• [AD 100] The Didache speaks of Jesus, from "the holy vine of... David" (i.e. a descendent).
• [AD 100] Mara-Bar Sarapion's letter to his son likely refers to Jesus in a line of references ot historical figures like Socrates, saying the Jews gained nothing from "executing their wise king".
• [AD 105] Papias's report speaks of hearing what living disciple-witnesses of Jesus were still teaching ("the Lord’s disciples, and whatever Aristion and the elder John, the Lord’s disciples, were saying")
• [AD 107] Ignatius's Epistle to the Smyrnæans also speaks of "the seed of David according to the flesh," "baptized by John," and "under Pontius Pilate and Herod the tetrarch, nailed [to the cross]"
• [AD 110] Polycarp's letter to the Philippians speaks of Jesus as a historical figure, e.g. how he was killed "upon the tree" (a Jewish prophetic reference to the cross).
• [AD 111] Pliny the Younger's letter to Trajan speaks of Jesus as a historical figure, and even how Christians sang "a hymn to Christ as to a god" (obviously believing Jesus was merely a recently executed man.)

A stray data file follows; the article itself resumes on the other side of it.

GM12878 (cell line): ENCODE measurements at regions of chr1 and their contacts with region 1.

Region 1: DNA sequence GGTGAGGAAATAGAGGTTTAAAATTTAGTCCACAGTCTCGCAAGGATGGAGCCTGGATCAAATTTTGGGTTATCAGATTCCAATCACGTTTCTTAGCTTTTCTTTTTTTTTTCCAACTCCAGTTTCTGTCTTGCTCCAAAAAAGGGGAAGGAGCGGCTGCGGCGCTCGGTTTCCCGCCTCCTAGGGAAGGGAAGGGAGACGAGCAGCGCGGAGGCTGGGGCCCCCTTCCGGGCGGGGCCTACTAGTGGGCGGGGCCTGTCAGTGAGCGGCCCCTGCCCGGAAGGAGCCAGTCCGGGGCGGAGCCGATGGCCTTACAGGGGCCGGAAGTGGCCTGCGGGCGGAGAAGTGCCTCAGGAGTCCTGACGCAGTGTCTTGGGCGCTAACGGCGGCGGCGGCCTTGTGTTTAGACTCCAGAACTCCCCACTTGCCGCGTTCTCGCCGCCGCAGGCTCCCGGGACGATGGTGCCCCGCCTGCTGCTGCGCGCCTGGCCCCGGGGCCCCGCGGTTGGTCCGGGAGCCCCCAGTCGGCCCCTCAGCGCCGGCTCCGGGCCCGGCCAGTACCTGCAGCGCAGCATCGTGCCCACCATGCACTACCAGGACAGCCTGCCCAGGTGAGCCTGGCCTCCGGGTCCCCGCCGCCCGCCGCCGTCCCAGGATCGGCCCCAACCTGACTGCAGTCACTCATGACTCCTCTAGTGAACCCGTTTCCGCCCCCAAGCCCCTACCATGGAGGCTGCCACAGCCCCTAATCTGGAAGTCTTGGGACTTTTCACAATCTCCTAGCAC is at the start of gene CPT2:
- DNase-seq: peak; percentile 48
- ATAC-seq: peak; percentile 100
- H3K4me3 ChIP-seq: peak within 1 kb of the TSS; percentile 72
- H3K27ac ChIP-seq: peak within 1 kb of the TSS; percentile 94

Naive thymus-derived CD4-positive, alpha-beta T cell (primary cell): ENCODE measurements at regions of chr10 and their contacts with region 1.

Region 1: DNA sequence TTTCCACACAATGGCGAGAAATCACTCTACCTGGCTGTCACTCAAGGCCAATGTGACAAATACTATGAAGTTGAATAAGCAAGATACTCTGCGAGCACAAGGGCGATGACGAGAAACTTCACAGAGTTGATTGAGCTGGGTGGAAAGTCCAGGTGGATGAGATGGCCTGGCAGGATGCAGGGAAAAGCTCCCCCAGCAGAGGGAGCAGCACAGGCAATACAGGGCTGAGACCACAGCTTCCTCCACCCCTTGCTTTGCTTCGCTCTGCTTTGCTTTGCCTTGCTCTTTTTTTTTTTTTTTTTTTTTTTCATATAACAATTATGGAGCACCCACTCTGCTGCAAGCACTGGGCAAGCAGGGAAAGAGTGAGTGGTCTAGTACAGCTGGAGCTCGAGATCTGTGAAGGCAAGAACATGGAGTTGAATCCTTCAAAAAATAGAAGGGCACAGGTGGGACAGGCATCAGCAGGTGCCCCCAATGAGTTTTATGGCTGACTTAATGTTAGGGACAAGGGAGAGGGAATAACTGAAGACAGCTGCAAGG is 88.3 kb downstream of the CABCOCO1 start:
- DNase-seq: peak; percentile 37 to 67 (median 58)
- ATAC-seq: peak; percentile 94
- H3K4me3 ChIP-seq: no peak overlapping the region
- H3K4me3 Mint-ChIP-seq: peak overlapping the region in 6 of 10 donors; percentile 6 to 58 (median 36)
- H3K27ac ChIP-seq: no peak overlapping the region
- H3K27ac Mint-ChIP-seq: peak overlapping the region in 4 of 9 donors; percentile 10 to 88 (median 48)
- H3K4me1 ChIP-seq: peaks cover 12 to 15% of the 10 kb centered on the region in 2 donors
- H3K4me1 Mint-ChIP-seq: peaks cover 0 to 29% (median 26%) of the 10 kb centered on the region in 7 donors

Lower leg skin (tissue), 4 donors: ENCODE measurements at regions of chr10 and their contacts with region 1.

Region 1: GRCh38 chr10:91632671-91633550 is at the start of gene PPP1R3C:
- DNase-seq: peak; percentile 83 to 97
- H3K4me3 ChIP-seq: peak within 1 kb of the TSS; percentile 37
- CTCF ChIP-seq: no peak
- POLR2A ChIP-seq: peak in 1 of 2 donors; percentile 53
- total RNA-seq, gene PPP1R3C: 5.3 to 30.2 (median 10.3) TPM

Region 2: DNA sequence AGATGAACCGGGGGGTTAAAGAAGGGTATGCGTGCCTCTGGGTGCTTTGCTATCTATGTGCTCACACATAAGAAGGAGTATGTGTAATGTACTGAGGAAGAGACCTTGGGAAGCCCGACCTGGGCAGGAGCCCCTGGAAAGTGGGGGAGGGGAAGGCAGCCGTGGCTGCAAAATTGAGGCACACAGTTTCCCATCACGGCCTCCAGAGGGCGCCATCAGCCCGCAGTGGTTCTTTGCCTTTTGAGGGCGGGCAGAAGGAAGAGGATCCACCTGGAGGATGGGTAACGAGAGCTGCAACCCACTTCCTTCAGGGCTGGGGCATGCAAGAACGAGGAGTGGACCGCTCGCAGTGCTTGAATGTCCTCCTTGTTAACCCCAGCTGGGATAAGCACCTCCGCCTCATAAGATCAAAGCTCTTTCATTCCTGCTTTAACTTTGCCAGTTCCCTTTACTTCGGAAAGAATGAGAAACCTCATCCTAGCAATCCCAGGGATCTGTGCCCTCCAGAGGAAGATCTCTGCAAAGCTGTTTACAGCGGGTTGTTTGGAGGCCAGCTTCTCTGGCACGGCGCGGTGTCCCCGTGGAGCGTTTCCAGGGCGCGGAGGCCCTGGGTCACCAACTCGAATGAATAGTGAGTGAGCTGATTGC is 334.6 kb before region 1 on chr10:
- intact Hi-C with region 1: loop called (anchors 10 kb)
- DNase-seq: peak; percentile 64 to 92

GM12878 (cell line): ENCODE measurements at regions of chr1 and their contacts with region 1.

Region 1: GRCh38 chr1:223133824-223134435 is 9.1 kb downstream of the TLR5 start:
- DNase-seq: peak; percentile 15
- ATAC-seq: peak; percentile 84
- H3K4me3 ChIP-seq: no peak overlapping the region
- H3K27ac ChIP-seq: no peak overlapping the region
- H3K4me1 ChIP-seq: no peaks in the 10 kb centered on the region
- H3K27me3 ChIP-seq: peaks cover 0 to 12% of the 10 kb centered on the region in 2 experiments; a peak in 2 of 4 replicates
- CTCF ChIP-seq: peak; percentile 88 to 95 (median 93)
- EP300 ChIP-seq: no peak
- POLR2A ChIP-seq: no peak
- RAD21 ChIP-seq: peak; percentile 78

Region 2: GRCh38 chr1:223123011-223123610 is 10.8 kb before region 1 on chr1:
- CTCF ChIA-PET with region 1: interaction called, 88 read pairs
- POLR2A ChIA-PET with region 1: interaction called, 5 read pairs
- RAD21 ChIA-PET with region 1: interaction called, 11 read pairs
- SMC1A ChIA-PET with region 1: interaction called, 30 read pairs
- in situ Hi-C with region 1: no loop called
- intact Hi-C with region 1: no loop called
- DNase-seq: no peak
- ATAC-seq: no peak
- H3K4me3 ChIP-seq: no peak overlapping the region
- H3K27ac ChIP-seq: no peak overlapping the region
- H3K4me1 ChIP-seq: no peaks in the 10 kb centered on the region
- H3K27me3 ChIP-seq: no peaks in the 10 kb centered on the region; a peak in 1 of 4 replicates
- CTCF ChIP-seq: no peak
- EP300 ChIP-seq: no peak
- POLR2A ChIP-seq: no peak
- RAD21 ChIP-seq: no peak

• [AD 115] Tacitus's Annals speaks of "Christus, from whom the name ["Christians"] had its origin, suffered the extreme penalty during the reign of Tiberius at the hands of one of our procurators, Pontius Pilatus"
• [AD 120] Seutonius's Life of Emperor Claudius also mentions "Chrestus" and his followers ("[Claudius] expelled them from Rome," which is true of Christians).
• [AD 150] Justin Martyr's Dialogue with Trypho records that the historical Jesus was "crucified under Pontius Pilate, procurator of Judæa, in the times of Tiberius Cæsar."